By Miriam Taegtmeyer, 1 December 2014

I am feeling good about the recent REACHOUT external review undertaken by the European Commission so I thought I would share some reflections on what went well and what more needs to happen. 

When we first heard that we would have an external review we were very uncertain exactly what this would involve and it was a bit nerve racking preparing for it. This review came after our first annual report and was intended to be a more in-depth exploration of our research, management and progress

External reviews by the European Commission are rare events, reserved for complex projects and generally led by senior experts in the field.  We really didn’t know what to expect so asked around only to discover that there has never been one within a Liverpool School of Tropical Medicine EC-funded project. 

The review was an opportunity to share some of the hard work we have been doing and to get feedback. We prepared proactively and set up a pre-review meeting to share a brief presentation to take the reviewer through our project aims and objectives, our partners, our work, and our successes and challenges to date. The pre-review Skype was helpful in guiding us on what the reviewer was thinking and what the focus of the face to face meeting in Brussels would be, as well as discussing the actual process the reviewer would go through. We also discovered that external reviewers have a standard template to fill out and this was in fact a publically available document on the European Commission website. You can find it here if you ever need it.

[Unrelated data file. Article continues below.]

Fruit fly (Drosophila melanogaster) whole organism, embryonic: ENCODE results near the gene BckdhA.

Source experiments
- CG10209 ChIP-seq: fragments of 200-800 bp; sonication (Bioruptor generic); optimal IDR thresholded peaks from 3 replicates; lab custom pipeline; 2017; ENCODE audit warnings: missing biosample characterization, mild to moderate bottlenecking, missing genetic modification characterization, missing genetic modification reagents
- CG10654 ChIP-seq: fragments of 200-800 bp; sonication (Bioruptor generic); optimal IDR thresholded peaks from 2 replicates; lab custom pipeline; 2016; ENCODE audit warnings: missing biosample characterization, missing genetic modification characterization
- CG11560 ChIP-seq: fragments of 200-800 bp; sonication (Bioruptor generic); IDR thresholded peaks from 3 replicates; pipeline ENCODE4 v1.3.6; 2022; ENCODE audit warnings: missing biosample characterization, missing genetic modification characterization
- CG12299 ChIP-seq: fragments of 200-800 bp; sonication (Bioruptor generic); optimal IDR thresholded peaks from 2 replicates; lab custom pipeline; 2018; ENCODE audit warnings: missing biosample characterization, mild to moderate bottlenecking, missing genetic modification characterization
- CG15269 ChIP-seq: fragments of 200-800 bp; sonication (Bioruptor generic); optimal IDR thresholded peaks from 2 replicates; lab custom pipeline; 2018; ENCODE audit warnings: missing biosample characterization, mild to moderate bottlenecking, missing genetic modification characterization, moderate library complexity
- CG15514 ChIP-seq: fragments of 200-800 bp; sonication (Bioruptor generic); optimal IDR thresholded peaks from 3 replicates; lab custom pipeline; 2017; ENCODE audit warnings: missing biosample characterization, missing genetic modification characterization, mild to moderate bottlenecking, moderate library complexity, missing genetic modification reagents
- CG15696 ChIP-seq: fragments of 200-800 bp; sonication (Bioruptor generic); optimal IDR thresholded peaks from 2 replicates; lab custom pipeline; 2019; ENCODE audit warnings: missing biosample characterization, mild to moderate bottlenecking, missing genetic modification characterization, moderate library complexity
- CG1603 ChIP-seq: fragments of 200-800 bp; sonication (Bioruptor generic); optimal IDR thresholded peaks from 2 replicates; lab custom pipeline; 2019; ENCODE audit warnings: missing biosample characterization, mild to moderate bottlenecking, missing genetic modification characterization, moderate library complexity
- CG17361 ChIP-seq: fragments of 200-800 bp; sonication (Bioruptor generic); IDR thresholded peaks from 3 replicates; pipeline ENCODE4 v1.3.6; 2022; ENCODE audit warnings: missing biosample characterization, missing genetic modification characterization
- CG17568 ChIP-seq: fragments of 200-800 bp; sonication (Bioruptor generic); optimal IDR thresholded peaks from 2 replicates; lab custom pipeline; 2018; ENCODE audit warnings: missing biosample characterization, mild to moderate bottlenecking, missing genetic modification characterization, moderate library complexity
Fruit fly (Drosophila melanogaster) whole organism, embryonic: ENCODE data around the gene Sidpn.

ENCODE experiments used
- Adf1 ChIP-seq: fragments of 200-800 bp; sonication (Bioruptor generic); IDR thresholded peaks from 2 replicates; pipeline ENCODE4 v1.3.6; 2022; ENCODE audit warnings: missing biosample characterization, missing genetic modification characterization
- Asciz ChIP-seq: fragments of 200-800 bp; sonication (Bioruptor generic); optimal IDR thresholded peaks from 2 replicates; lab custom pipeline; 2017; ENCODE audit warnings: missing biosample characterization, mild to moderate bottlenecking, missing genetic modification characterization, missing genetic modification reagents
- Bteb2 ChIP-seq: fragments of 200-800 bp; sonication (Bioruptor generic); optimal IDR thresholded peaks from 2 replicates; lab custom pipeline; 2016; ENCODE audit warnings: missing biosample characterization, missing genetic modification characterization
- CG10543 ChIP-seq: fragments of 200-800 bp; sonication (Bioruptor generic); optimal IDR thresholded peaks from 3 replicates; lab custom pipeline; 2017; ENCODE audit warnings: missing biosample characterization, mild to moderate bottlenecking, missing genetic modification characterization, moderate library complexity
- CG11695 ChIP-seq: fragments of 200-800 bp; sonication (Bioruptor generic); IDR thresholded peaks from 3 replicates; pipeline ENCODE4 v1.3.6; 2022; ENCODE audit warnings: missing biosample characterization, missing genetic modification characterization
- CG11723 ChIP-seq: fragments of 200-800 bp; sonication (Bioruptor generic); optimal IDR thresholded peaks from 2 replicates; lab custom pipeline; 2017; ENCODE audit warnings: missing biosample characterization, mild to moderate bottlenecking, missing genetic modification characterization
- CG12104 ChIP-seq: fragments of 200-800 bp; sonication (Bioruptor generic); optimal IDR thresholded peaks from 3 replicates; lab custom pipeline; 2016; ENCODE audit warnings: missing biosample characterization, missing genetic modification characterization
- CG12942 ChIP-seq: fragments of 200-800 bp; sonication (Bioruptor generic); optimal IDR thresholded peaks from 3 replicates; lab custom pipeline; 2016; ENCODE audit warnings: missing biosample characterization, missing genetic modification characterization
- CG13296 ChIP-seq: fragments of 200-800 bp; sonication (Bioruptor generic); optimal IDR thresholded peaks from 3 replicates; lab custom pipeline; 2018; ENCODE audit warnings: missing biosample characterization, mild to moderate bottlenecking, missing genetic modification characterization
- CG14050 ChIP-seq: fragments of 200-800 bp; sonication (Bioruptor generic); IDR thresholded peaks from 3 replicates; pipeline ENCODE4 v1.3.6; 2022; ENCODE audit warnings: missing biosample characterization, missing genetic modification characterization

The reviewer only had access to the European Commission reports and deliverables and publically available documents. So we decided to make our intranet fully available to the reviewer and created a folder for him where we uploaded copies of key documents that provided evidence for us meeting each project milestone.  

The process itself was of exceptional rigour and we were held to high standards. Our documents were checked and cross referenced in detail, our progress examined and big picture questions asked. It was a privilege to have someone with so much interest and experience in community health workers going through our work and making helpful suggestions.

The review results were ultimately very positive, with some encouraging comments made about our progress to date and our likely outcomes as a consortium. It also threw up some big questions for us and has led to reflection in the team and with our Expert Review Group. What is the legacy of REACHOUT’s capacity development approach going to be and how will progress be measured? Are we engaging an appropriate level of policy maker and how will we know what impact our research uptake activities will have? Above all it has led us as a team to review our theory of change and associated indicators as well as instigating a more integrated approach to our monitoring and evaluation.

We were given an opportunity to formally respond to the reviewer’s comments, which we did with a one-pager, designed to update the European Commission on the steps we were taking to address any issues. The only response we then had from the European Commission was a request for copies of updated strategy documents once they were finalised, and payment of our first period’s financial claims.

In hindsight, while very time consuming and anxiety inducing, we feel the process was a positive one for REACHOUT. It allowed us to bask a little in our early success, to reflect on areas in which we could improve our approach, and to educate our donors on the intricacies of our project design and implementation – three positive outcomes in one!

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